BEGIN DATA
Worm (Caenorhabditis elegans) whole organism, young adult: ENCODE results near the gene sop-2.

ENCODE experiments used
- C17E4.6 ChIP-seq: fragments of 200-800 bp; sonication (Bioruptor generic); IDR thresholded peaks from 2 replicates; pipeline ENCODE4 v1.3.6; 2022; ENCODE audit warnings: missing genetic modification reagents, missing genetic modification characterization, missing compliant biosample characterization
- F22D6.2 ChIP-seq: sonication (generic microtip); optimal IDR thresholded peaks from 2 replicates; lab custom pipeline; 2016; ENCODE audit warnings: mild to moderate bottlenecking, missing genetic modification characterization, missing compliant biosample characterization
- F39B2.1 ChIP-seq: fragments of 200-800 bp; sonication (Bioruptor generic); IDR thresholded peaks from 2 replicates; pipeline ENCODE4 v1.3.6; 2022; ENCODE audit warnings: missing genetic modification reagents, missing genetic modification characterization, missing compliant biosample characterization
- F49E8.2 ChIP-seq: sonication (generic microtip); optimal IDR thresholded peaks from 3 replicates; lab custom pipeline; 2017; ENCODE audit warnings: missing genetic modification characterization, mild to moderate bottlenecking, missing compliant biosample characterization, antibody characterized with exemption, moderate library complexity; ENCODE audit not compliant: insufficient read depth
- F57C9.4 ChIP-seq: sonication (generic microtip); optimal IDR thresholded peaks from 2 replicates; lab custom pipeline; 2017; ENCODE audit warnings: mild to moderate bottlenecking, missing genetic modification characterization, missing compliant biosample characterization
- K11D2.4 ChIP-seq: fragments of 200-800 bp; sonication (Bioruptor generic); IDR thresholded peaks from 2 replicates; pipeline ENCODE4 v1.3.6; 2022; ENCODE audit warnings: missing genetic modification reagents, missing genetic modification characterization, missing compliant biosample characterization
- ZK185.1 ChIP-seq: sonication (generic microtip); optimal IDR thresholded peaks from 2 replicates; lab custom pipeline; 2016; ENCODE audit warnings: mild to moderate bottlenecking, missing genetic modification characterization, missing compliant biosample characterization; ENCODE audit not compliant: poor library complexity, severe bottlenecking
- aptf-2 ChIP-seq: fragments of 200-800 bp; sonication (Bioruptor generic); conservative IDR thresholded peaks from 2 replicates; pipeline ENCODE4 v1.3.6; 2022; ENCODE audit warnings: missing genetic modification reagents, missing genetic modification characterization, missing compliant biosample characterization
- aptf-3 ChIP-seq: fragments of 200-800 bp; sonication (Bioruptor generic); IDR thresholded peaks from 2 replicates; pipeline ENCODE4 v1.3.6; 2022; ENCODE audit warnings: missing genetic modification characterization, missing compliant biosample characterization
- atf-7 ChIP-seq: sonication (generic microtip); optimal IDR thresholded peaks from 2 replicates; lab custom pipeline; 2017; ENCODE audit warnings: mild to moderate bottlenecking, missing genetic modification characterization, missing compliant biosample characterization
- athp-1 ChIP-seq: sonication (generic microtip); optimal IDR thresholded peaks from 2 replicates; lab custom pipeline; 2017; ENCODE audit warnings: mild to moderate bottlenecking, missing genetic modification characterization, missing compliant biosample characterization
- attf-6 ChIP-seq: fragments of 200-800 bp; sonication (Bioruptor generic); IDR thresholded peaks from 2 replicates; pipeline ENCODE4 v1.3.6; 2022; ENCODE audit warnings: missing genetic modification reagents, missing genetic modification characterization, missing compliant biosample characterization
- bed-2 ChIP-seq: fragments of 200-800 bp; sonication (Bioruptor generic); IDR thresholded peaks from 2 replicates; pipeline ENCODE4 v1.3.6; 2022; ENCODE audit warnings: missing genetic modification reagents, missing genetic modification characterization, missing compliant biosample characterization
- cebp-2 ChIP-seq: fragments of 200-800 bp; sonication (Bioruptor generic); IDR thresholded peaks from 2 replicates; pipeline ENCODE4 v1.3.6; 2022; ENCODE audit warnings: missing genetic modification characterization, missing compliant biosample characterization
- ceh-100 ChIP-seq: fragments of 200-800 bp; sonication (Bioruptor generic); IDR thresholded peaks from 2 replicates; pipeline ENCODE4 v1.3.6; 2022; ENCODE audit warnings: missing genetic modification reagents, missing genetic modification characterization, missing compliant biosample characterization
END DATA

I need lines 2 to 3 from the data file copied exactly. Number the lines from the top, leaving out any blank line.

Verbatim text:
ENCODE experiments used
- C17E4.6 ChIP-seq: fragments of 200-800 bp; sonication (Bioruptor generic); IDR thresholded peaks from 2 replicates; pipeline ENCODE4 v1.3.6; 2022; ENCODE audit warnings: missing genetic modification reagents, missing genetic modification characterization, missing compliant biosample characterization